Iće i piće

NO 31, July 2012


A risotto for patient carnivores

Jelena Ivanišević

Photos: Damir Fabijanić

It’s a positive sin to pass by Skradin without dropping in for the famed risotto. But as it usually is, sinning is but too easy, because you have to plan for this risotto in advance. Renounce all spontaneity if you have any hope of trying out this unique and meticulous dish. True, in Skradin, when you have settled down nicely on the border between sea and river, which is always a great position for cooking to develop, you’re bound to eat well even if you come entirely unannounced. But do plan a trip for this famed risotto. The pleasure in it is proportional to the effort that the cooks of Skradin put into its preparation Risotto connoisseurs and master don’t make a mystery of the recipe, and say that in fact, there is no secret to it, they just say that you need to have enough time for the preparation of Skradin Risotto. Lots of time. The ingredients are simple, and the guests anyway always arrive when it smells good from the kitchen. If you are not patient by nature, don’t even try to cook it. For the others, who have a weakness for dishes that simmer for hours, Skradin risotto is a kind of throwback to a different age. One that didn’t know about being impatient in food preparation, and spent its time cooking on hearths and wood-burning ranges. Today’s sweet expectation of slow-cooking dishes is like the game of nerves in slow seduction. The smell from the kitchen in which something is quietly braising makes us as impatient as people newly embarking on an affair. Armed with either patience or good planning, the Skradin Risotto Mission can start.

Slow like risotto

Skradin risotto, they say, has always been made by men. Which is not out of the ordinary in the case of rather special and complex foods. While the women traditionally take on the chore of cooking for every day, and necessarily also eking things out, men in the kitchen usually spellbind, perhaps making up for the industry that puts their daily meals on the table. Since they cook when they have the time, these are always dishes that are cooked for hours, those that are cooked in the garden, party dishes, that is, things made in larger quantities. Hearty and dazzling goulashes, spit roasts, grills, kotlovina (an outdoor cross between grilling and frying, usually stated to be untranslatable, as it is)… all of them social occasions in which it’s in order to drink a glass of wine or two. Hanging out with a gourmet touch breaks up the rhythm of the quotidian and makes life more carefree, nicer. Very much in this hedonistic tone is the ancient, burgher recipe for the tasty Skradin risotto. Entirely unexpectedly exaggerated, because risotto is reckoned, if not actually a scanty then at least a rapid food. Risotto, like pizza, puts up with anything. Whatever is found in and around the fridge and the house, as long as there’s a bit of good cheese to finish it off.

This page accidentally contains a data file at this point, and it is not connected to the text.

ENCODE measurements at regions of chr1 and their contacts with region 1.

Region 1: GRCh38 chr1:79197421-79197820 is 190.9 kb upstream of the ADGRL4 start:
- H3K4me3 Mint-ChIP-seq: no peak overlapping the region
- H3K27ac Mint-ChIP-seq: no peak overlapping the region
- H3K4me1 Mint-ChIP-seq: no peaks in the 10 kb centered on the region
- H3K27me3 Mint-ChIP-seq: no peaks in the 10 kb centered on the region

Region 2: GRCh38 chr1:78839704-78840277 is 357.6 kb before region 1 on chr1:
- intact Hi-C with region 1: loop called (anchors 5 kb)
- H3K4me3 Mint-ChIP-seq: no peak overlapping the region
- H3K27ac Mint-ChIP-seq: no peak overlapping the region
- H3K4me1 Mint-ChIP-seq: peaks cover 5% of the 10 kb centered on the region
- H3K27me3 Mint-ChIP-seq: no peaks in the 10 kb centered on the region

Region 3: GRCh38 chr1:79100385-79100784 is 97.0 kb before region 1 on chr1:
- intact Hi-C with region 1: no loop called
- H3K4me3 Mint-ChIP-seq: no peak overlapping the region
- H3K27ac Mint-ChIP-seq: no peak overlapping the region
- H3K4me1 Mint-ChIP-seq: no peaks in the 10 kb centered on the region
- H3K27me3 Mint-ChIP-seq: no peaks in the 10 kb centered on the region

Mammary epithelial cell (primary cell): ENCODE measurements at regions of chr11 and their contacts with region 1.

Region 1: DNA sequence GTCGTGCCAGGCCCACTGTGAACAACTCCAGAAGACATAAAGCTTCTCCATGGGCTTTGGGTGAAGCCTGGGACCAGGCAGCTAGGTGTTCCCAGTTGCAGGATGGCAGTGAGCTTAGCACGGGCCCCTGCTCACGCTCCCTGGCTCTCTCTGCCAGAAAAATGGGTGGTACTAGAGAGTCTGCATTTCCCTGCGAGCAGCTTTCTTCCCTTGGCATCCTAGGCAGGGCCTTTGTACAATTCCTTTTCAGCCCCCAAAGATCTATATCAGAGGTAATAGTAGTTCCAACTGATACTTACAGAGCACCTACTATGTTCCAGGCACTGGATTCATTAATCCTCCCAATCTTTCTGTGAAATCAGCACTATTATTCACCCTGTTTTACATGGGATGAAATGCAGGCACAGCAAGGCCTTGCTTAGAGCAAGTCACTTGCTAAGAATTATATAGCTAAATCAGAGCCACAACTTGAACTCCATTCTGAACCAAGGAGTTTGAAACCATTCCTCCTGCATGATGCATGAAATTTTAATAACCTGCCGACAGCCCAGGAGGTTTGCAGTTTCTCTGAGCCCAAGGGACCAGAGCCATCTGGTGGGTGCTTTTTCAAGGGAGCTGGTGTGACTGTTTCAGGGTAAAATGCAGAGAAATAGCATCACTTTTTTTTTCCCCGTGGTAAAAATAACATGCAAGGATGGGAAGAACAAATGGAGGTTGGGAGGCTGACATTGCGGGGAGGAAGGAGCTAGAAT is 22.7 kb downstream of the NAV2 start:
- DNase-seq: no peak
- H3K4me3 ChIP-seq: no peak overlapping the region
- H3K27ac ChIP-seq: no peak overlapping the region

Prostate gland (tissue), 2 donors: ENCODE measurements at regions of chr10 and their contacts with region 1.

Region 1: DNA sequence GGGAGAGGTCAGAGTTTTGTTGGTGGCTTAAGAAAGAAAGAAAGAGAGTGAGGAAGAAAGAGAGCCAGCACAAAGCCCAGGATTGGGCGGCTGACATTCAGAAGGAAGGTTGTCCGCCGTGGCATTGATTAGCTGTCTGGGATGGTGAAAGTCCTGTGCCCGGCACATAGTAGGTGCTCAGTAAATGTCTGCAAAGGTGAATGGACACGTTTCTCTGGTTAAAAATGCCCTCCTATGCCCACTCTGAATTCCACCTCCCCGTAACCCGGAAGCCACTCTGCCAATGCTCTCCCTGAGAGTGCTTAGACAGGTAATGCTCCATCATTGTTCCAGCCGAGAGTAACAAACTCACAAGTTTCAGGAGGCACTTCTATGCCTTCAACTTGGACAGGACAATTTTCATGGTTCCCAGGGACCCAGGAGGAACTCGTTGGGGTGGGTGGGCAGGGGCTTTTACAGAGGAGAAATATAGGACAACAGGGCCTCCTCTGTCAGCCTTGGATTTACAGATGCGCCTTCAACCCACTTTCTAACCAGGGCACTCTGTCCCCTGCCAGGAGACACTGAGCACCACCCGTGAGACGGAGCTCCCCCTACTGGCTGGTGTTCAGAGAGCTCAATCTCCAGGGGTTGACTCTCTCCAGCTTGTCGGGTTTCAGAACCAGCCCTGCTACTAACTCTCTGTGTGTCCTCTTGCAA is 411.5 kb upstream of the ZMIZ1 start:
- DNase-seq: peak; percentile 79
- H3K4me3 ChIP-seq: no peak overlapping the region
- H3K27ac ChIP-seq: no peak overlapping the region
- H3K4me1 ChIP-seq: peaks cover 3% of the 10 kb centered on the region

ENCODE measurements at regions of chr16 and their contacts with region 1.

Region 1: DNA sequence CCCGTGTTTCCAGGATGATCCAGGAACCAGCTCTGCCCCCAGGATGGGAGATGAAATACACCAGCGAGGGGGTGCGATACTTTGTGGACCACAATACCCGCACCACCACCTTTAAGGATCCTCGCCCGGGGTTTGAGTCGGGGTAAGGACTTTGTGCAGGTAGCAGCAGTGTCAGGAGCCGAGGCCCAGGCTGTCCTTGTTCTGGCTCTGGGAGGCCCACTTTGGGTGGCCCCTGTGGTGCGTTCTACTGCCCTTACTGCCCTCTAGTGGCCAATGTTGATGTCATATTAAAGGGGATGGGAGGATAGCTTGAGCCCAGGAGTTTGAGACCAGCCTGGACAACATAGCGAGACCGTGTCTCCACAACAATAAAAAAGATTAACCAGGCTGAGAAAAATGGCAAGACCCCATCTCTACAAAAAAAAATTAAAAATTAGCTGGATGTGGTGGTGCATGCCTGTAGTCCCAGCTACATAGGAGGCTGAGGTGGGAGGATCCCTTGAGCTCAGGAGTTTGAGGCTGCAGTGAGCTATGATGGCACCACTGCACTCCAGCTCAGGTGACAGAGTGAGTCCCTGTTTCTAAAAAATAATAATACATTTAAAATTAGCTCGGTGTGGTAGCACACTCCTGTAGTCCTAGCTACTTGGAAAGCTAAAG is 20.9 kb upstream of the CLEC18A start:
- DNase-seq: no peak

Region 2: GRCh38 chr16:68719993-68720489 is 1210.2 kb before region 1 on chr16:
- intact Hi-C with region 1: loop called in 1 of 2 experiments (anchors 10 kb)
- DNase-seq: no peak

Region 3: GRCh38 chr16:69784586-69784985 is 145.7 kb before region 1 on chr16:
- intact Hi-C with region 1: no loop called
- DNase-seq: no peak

This prodigal risotto, though, demands absolutely the best part of the meat, the veal rump centre cut. But this is not nearly enough. There should also be a bit of beef, young and old; an older capon, some ham. The rest is simply enough, bit of salt and pepper, bit of nutmeg. Some hard, characterful cheese at the end, as befits. The recipe for this risotto couldn’t be simpler. But have you got six or eight or eleven hours to do it? So, it gets cooked only in the most leisured times. And you don’t make it in small quantities, there’s no point. It’s better to cook it in company, because even the strongest hands get tired of mixing. An equal amount of onion and diced meat is gently braised until it gives up its soul to the soul and turns into essence of meat. The kind in which boiled stone would taste good. When the extract of meat and onion is ready, the rice is added, and then to the end is moistened with the bouillon of beef and capon or rooster. The rice is seasoned with salt, pepper and nutmeg, and a bit of prosciutto. Only the best meat, a powerful stock and a lot of time are the ingredients of this old burgher recipe that is today a traditional attraction of the Skradin region. The smell of an age that didn’t need tins or dehydrated veg. The sophisticated spirit of a time preserved in a recipe the making of which was once the pride of every well-off house in Skradin.

A stop in Skradin on the way down south is to be understood, the rest is nonsense. But don’t be late. If you are on time, the all-meat risotto has to be smoking on the dish. Now slowly, blow on it, mix.

Skradin risotto

rump veal 1 kg
onion 1 kg
rice 500 g
hard sheep cheese 150 g
salt and pepper
capon 1
jung beef for soup 500 g
beef for soup 500 g
soup vegetables 1 bunch
onion 1
  1. Cook the bouillon with soup vegetables (leaves of parsley and celery, root parsley, celery, carrots and kale leaf) and meat. Young beef is the meat we get from cattle aged 12-14 months, which is difficult to 380-450 kg. Beef is meat from cattle aged 14-16 months old and heavy 450-500 kg. The best part for the soup is beef neck.
  2. Sauté finely chopped onion in oil or lard until it glazes. Add the veal chopped into dice and braise, adding the bouillon now and then to stop it from drying out, 6-8 hours. At the end of the braising, salt. You should have got a dense mixture, something like paté.
  3. Add the rice, and go on to simmer the rice, moistening with bouillon. Season with salt, pepper, nutmeg. Before serving, sprinkle abundantly with grated cheese.

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